Art and I recently traveled to Seattle to attend a memorial celebration of a dear friend; but this blog post is about a troll, not the memorial.
In looking through our hotel’s brochures of attractions in the Seattle area, a thumbnail photo of a huge troll under a bridge catches my eye. This monumental cement troll sculpture lurks below the Fremont bridge, a Volkswagen Beetle gripped in his enormous hand. (Apparently he grabbed the vehicle when it passed above him on the bridge?) As a child, I had a wonderful picture book of the The Three Billy Goats Gruff and my mother would read to me. Although, I have misplaced the book, the story of a troll lurking under a bridge and the clever goats that outwitted him, has always been one of my favorites. With friend and family to visit, I doubt that we will have time to make the pilgrimage to visit the Fremont Troll but it is on my list.
On our last day in the Seattle area and on the way home from visiting family in Edmonds, Art asks Siri to take us to a Warby Parker store which by happenstance is in the Fremont district. (Warby Parker sells stylish and well priced prescription glasses and Art’s glasses have recently broken.) As we park, I connect the dots or perhaps follow Hansel’s and Gretle’s bread crumbs and realize that we are in the district where the Fremont Bridge Troll resides. After doing retail damage, Art and I begin our Troll hunt. After a few circuitous wrong turns, we hike uphill below the Fremont bridge and I am delighted to meet the Fremont Troll. There are several other people taking selfies with the troll and after waiting my turn, Art takes photos of me, sitting between the fingers of the trolls gargantuan hands.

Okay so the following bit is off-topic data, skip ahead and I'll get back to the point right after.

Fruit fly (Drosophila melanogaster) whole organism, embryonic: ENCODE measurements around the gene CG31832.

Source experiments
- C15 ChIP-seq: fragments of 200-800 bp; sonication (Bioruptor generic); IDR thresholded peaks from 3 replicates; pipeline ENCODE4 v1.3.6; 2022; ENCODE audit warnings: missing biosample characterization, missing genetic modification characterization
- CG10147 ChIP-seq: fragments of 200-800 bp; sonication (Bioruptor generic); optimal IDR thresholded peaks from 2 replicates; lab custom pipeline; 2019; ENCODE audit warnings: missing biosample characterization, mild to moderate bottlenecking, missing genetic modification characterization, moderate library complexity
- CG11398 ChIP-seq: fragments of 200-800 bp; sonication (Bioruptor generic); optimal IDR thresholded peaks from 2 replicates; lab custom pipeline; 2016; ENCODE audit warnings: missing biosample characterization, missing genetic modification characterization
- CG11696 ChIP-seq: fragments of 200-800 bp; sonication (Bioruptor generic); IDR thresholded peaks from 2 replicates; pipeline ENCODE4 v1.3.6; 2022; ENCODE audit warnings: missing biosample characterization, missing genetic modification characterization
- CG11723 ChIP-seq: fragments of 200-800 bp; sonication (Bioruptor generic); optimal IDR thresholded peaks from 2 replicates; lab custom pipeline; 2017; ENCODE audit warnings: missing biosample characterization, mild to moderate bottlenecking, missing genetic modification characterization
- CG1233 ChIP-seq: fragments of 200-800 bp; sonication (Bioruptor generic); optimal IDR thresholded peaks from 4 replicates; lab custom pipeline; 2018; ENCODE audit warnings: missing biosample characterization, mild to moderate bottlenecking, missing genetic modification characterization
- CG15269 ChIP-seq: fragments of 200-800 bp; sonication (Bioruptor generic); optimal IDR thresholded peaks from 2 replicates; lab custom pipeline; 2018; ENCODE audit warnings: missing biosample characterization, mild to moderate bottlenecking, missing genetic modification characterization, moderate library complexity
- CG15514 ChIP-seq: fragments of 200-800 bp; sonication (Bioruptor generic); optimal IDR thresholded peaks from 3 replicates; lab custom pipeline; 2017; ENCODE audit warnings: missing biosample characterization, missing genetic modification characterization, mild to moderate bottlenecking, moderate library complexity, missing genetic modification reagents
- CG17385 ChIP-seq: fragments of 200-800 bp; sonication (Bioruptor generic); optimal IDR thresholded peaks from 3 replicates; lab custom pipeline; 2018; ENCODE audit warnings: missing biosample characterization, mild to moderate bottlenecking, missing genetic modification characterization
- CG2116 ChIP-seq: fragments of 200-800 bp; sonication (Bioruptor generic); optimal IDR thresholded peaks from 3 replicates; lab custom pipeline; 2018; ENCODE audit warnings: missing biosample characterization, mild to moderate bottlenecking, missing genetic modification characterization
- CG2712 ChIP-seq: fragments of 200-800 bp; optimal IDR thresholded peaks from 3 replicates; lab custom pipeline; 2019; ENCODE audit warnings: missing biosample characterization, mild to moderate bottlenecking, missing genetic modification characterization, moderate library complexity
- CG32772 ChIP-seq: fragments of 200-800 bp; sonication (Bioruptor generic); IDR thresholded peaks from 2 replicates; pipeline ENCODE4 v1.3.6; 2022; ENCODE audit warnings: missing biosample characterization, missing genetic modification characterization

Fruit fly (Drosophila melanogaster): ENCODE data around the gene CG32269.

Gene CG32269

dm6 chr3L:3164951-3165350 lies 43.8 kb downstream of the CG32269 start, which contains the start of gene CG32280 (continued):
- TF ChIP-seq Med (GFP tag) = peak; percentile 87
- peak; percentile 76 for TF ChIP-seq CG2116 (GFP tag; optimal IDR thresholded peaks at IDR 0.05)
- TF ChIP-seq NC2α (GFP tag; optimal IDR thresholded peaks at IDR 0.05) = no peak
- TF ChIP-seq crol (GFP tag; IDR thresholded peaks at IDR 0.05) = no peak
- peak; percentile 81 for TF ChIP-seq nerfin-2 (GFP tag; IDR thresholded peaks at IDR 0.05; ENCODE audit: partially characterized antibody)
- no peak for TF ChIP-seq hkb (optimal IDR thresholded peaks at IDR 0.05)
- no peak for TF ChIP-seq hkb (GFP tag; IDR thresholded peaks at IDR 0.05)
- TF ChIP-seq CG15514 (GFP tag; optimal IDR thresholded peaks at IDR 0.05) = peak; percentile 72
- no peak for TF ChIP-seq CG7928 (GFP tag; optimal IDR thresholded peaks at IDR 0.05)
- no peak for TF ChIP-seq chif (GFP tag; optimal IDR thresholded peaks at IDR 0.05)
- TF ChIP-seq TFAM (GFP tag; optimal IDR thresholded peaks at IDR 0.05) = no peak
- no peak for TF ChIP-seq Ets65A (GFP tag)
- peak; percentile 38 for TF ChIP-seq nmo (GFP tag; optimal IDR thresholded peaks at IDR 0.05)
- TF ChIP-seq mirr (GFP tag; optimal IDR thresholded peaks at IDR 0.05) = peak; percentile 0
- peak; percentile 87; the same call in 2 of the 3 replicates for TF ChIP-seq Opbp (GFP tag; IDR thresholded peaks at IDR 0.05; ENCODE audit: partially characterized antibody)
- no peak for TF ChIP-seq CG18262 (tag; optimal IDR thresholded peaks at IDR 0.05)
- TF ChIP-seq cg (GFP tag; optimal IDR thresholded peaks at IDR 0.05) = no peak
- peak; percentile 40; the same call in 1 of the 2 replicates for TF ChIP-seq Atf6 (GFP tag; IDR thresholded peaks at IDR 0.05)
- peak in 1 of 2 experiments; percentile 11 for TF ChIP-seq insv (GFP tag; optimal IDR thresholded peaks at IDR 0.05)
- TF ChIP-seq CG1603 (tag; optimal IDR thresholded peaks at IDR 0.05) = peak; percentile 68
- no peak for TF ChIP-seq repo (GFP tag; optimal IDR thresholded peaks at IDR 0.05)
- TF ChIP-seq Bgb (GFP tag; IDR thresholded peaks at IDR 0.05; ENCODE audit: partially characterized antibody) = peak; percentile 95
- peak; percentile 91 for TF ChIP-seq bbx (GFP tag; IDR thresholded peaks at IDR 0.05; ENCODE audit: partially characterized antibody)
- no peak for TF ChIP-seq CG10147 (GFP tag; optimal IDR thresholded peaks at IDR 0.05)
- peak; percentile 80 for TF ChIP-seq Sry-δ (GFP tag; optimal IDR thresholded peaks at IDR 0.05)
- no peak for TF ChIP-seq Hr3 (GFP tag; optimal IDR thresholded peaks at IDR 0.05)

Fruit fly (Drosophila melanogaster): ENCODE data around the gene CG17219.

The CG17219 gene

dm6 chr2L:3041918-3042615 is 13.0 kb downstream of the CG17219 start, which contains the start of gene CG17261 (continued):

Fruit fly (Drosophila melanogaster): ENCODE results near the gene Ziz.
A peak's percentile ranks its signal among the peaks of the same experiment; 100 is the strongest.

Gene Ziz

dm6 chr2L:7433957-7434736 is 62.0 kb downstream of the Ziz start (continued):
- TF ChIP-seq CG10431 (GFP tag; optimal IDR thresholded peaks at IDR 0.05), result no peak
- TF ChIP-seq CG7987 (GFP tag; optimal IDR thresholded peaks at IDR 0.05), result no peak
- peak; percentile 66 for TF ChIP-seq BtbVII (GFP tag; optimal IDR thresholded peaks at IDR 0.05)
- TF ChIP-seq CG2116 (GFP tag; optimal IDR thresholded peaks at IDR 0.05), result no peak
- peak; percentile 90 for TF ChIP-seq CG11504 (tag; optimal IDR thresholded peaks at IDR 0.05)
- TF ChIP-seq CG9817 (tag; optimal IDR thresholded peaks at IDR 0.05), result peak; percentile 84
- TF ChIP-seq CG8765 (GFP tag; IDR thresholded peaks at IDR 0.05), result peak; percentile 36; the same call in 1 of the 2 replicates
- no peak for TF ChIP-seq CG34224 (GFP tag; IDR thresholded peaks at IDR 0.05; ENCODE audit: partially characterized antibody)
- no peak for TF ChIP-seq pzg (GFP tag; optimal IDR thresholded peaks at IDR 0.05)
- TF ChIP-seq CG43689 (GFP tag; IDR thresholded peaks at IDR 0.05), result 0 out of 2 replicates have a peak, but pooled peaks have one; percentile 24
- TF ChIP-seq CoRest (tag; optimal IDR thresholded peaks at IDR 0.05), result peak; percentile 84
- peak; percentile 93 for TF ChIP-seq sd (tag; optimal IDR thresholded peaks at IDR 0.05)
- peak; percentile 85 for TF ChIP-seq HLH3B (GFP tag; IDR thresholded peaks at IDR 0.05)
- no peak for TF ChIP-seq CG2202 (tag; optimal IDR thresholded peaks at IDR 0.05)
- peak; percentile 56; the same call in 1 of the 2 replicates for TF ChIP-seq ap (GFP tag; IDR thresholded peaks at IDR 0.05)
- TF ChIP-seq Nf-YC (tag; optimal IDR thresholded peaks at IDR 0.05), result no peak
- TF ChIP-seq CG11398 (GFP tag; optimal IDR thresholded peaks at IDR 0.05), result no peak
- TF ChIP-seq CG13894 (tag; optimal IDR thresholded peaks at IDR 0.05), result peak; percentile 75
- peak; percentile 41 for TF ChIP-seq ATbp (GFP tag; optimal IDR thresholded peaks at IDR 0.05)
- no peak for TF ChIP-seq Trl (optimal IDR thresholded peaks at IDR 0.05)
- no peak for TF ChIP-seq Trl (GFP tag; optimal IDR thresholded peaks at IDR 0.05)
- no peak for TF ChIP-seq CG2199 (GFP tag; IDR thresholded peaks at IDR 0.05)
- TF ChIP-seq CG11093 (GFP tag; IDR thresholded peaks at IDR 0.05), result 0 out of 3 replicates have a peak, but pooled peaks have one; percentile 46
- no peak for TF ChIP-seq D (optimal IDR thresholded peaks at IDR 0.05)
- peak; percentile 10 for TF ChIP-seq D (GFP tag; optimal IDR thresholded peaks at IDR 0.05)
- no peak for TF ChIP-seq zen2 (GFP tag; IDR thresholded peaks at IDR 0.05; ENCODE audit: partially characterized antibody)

Since a young girl, trolls have never scared me, only amused and delighted me. My father, a geologist, traveled extensively and my mother and I would accompany him on his adventures. For three months, when I was nine or ten years old, we lived in a thatched cottage in Gilleleje Denmark north of Copenhagen. From there, we took several trips to Norway and Sweden and with money that I had saved, I purchased a large carved wooden troll sculpture. Some fifty years later, my Norwegian Troll, when not exploring in our fern garden, still sits sentry on a high shelf in my office.